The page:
Post Ironic

Senior Member
Feb 9, 2013
27,466
Definitely the GOAT? According to you. It’s an opinion.

Again, most hockey writers and pundits disagree. He played in the lowest scoring era, for the best defensive team, a team that they changed the rules of hockey for to get rid of their defensive system. But it’s okay, keep arguing that it actually hindered him lol

And save percentage on fewer shots entirely depends on the quality of shots. The Devils allowed far fewer high quality scoring chances than the Canadiens or Avalanche did for Roy or Sabres did for Hasek.

Hasek at Detroit? Dude was at the end of his career then. Of course his save % dropped lol

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And goalies had terrible save %s in the 80s and early 90s when Roy started his career, even while facing huge numbers of shots because the scoring chance quality was so high. Teams hardly played defense.
 
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Pegi

Junior Member
Feb 22, 2019
109
Definitely the GOAT? According to you. It’s an opinion.

Again, most hockey writers and pundits disagree. He played in the lowest scoring era, for the best defensive team, a team that they changed the rules of hockey for to get rid of their defensive system. But it’s okay, keep arguing that it actually hindered him lol

And save percentage on fewer shots entirely depends on the quality of shots. The Devils allowed far fewer high quality scoring chances than the Canadiens or Avalanche did for Roy or Sabres did for Hasek.

Hasek at Detroit? Dude was at the end of his career then. Of course his save % dropped lol

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And goalies had terrible save %s in the 80s and early 90s when Roy started his career, even while facing huge numbers of shots because the scoring chance quality was so high. Teams hardly played defense.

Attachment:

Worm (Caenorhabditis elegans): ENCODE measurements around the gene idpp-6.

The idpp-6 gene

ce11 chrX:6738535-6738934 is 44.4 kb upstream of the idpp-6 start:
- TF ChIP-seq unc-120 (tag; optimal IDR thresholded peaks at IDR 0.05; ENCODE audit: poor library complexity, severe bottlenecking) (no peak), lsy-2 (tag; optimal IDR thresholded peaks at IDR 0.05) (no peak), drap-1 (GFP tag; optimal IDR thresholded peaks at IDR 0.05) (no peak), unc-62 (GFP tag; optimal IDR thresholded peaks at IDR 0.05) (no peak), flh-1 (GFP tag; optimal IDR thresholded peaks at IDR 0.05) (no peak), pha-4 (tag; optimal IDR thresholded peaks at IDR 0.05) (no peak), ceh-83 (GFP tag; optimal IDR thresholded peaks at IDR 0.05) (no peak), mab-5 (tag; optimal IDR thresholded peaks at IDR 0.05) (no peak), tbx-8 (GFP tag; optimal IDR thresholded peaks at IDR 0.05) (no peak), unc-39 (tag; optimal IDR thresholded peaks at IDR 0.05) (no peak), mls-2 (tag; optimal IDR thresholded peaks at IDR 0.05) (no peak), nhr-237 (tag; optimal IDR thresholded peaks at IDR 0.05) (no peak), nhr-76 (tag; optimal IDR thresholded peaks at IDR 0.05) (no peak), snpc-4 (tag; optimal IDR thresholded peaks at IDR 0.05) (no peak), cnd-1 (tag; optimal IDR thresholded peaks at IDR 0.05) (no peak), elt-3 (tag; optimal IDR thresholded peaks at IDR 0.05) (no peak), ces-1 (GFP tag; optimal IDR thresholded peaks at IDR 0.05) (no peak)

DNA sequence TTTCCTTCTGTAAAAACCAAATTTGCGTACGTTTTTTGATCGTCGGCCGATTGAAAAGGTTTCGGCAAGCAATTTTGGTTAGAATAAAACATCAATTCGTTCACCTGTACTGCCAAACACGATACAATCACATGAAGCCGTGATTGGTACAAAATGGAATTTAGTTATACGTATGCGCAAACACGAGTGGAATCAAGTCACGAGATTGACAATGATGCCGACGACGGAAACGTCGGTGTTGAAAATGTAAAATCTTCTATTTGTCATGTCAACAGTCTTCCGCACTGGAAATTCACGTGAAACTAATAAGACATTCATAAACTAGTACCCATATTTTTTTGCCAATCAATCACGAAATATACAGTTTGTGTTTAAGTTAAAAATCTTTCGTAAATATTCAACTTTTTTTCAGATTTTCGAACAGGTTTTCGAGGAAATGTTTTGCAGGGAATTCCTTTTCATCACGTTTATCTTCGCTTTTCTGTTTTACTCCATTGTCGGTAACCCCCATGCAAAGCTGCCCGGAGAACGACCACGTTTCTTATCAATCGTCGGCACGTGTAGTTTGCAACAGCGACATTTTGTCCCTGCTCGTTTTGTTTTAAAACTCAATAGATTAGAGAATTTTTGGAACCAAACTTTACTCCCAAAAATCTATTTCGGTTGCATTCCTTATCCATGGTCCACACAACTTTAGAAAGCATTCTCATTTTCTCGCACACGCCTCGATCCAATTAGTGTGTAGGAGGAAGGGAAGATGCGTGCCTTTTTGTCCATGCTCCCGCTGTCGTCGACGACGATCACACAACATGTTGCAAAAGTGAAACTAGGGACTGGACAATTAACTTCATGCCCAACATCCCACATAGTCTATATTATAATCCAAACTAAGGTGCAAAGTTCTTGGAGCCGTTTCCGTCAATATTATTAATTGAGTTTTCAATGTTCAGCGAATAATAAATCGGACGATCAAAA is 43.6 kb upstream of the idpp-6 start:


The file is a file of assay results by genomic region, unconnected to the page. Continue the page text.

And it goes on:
Hasek played 2001-2002 and 2003-2004 for the Red wings, had 91.5% and 90.7%, then when he went to Sens for 2005-2006, he had 92.5% and then he went back to Red wings and had 91.3%. So, between all those seasons, that Sens year was easily the highest save %, even he was older there than 2 previous seasons in Detroit.

Quality of shots or not, as i said Hasek and Brodeur are equal when facing the same amount of shots. Devils didn't allow many scoring chances, but didn't have much of those "bump your stats" shots either. Brodeur for example recorded his best seasons stat wise when Niedermayer and Stevens were gone, explain that to me? he had way worse team, way worse defense but faced way more shots and suddenly his stats went up, Coincidence? i don't think so. That 2006-2007 season when Brodeur recorded 48 wins, something like 12 shutouts with 92.2% etc without Niedermayer and Stevens, 7 players recorded 100 points or more, so it wasn't "low scoring" era anymore, yet Brodeur still benefitted from the low scoring era? Season before it, nobody had more than 94 points and Brodeur had just above 91%, coincidence? It's all about shot volumes, Hasek has proved it, Brodeur has proved it and so has almost all the goaltenders. I don't know why we are even discussing about this, it's a fact and there's stats supporting that so let's not waste our times for that whole shot volume thing, because it does simply exists, whether you want to believe or not.

I don't care what hockey pundits or hockey writers are saying, they are not aware of these things. If im looking who won the most vezinas, who won the most harts etc as a goalie, it's hasek and i can look at those things and say, hey he was the best ever but once you bring the facts there, with why he managed to win those things it becomes whole different discussion. Those are voting based things, i don't need to vote who has the most wins or who has the most shutouts, it's black on white - simple as that.